Black Lives Matter expanded as a global movement, and there was a certain sense of responsibility to be part of it locally, she said.

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“You don’t want to miss it,” said the local protest organizer.

Roberts was 6 or 7 when Martin Luther King was assassinated and too young to participate in demonstrations of the time. But over the years, she studied his nonviolence movement.

“I am the bridge between MLK, the first civil rights movement, and now in reference to BLM,” she said.

Like then, people are trying to discredit the movement, Roberts added, saying it can be risky business to stand up for what one believes is right. She fears not.

“I made the decision last year I put it all in God’s hands and asked him to put a hedge of protection around me to do what I thought needed to be done,” Roberts said. “For me, part of my Christian faith is that I do need to speak up and speak out for those who can’t speak for themselves. We see oppression and sometimes we need to help those who are oppressed and I see myself a part of that.”

She is devoted to the arts also. A graduate of James Madison University with a degree in mass communication with a master’s in human resource development from George Washington University, Roberts began early 2021 tapping her creative energy.

She reprised her original 2020 musical play, “The Fierce Urgency of Now: Songs that Moved the Masses.” COVID cases had spiked again locally, so the Rappahannock MLK Day program she had organized for the past 18 years shifted to all-virtual.

Culpeper Media Network station manager Jon Krawchuk stepped up to tape and produce the program from inside the Theatre at Little Washington, with a blessing from theatre owner Nancy Raines. Roberts assembled her cast and they all said yes to the taping.

Music is universal, she said of the importance of doing the project, even during COVID.

“It’s such a force of nature and people respond to music like they wouldn’t for anything else,” Roberts said. “People needed something that was uplifting, but also spoke to the moment, that was powerful and motivating.”

The MLK event raised $5,000 for local scholarships for high school students, the most ever, she said. In the first week, the virtual program had more than 800 views, receiving support from Virginia Beach, New York and Switzerland, Roberts said.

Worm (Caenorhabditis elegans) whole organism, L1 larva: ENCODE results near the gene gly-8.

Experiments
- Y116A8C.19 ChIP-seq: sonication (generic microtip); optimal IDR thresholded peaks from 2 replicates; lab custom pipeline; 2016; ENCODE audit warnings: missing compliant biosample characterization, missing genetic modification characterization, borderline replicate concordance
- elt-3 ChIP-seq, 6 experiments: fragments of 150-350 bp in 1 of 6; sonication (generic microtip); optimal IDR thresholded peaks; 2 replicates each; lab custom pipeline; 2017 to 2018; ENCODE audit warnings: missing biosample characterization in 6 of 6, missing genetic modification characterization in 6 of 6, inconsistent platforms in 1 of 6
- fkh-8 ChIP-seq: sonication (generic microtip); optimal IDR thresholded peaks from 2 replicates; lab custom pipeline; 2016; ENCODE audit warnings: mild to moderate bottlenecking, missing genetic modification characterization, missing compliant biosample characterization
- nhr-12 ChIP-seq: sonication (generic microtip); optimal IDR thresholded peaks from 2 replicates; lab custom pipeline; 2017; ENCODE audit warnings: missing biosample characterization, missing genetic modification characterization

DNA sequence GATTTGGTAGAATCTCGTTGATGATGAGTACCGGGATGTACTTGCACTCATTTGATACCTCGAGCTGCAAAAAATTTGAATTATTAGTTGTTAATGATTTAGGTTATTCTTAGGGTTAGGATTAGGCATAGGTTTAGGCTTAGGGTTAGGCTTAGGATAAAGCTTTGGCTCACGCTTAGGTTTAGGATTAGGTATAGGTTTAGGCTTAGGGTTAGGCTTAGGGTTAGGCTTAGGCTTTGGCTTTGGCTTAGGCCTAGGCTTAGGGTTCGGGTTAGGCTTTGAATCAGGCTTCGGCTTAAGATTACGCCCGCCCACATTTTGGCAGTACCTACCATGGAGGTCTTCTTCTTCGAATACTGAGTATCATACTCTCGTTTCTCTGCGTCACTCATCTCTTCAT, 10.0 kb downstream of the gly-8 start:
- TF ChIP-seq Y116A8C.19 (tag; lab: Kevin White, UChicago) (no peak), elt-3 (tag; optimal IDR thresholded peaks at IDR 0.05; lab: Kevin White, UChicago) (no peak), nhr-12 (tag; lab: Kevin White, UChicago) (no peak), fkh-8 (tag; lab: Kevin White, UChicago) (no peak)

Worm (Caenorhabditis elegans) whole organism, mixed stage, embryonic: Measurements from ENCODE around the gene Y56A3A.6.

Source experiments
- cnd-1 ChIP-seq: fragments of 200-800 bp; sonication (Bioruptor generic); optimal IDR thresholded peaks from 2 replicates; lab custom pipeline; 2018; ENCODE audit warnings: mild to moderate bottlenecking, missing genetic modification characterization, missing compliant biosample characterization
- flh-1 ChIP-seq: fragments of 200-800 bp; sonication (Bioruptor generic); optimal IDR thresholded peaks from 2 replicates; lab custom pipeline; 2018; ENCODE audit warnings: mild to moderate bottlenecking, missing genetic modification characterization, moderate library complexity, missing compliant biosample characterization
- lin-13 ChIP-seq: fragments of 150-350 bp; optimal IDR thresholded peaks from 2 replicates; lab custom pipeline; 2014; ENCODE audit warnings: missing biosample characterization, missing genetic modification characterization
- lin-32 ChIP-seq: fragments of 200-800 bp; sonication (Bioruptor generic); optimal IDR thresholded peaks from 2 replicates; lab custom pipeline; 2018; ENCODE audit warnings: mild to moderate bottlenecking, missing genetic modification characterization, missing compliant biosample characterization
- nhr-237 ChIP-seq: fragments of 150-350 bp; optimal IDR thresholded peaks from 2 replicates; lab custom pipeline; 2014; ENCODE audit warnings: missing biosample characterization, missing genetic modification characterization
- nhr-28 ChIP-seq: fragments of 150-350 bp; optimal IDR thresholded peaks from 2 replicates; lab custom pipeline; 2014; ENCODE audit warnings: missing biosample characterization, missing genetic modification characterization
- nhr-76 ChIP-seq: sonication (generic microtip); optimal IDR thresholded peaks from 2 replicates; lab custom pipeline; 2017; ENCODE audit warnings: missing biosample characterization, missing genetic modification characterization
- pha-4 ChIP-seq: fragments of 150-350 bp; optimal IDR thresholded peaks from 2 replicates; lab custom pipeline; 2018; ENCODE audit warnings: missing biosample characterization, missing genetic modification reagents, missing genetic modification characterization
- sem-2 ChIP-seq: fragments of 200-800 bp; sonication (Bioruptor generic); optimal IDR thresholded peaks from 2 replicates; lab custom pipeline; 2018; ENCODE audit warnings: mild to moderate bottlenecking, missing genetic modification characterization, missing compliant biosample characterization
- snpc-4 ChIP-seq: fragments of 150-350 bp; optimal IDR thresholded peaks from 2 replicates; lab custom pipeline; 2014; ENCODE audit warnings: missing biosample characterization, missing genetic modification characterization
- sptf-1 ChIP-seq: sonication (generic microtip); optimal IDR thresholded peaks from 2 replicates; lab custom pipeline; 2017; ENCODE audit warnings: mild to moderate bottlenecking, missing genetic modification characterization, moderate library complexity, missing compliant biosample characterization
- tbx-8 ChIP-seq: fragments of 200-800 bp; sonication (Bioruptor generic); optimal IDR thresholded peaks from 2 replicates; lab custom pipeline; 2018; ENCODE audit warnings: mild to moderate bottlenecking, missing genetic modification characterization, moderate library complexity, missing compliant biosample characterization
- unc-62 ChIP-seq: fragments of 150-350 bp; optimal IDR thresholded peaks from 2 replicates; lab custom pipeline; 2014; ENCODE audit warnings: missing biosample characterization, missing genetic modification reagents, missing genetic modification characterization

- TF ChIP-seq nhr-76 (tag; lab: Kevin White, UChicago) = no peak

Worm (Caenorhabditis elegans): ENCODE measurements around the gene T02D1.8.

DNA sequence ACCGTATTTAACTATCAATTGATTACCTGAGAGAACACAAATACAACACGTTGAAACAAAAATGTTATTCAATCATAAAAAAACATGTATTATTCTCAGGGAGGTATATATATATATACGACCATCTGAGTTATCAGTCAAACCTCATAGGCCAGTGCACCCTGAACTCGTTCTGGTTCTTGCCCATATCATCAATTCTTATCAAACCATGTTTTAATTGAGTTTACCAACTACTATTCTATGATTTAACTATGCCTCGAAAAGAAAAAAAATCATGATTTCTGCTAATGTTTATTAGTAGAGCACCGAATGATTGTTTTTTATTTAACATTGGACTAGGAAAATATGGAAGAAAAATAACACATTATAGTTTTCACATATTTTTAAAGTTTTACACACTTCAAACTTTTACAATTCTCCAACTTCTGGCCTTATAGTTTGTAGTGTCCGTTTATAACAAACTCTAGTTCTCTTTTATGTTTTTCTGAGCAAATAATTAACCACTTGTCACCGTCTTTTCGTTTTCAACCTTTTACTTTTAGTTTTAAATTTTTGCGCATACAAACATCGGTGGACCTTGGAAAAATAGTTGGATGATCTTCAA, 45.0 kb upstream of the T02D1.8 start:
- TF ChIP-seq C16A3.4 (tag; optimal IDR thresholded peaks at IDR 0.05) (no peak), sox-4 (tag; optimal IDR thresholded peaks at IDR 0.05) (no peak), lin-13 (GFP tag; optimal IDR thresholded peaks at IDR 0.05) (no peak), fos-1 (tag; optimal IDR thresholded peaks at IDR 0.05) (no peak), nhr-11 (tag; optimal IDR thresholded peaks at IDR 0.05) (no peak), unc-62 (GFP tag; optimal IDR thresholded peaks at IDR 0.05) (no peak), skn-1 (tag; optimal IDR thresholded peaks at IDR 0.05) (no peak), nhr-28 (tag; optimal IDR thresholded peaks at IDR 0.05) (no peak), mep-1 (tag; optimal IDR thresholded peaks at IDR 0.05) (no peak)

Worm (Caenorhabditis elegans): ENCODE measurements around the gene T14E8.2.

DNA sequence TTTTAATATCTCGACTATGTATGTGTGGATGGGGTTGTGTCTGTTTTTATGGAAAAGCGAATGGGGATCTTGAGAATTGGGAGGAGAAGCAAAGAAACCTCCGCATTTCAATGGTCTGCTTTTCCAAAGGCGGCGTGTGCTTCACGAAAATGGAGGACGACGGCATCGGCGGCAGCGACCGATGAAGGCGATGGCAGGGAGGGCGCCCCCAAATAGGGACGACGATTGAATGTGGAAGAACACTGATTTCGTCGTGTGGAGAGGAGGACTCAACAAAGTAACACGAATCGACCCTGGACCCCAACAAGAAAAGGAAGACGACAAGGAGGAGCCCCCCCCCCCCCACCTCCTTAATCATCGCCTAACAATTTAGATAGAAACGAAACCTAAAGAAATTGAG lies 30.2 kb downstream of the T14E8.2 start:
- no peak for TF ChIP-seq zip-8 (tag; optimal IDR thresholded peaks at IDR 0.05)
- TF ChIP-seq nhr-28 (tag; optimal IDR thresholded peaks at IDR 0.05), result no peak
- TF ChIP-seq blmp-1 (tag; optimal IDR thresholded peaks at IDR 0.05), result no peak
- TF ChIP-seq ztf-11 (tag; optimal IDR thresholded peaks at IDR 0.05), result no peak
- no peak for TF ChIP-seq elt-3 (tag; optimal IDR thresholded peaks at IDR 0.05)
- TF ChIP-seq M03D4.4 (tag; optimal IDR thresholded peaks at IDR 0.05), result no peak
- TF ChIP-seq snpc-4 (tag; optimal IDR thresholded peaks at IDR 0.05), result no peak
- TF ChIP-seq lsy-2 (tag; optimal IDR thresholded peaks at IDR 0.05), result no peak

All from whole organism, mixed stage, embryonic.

All along, she has also stayed involved in leadership roles at the multi-congregational Wayland Blue Ridge Baptist Association Center in Rixeyville, where Roberts grew up and was among the first youth officers.

Last month, Roberts stepped aside as center director after many decades of service as she eventually transitions to a move away from Culpeper to Atlanta to be closer to her only sister, Doretha, 13 years younger than Roberts. The two are close.

Roberts had originally planned to move to Georgia in 2020. But then COVID struck and a series of circumstances changed everything, forcing her to regroup and allowing her to continue give to Wayland in the community's time of need.

The site held multiple holiday drive-thru food giveaways of ham and turkey over the past year as well as virtual programs and services, including funerals.

Roberts is godmother to seven, and a widow having lost her husband, Howard nearly 10 years ago. At Wayland, she has served under six different moderators, is the longest-serving board member, and former center director and youth auxiliary coordinator.

“It became part of my DNA,” Roberts said in a phone conversation. “Wayland will always be in my heart no matter where I go and what I do, particularly the people. I hope to come back and visit.”

Some of the people she met along the way who inspired her to be a change-maker and advocate for the poor and voiceless were from Wayland Center.

“They were encouraging to me and I just wanted to be able to help somebody because of the people that helped me,” Roberts said. “I just want to pass that on.”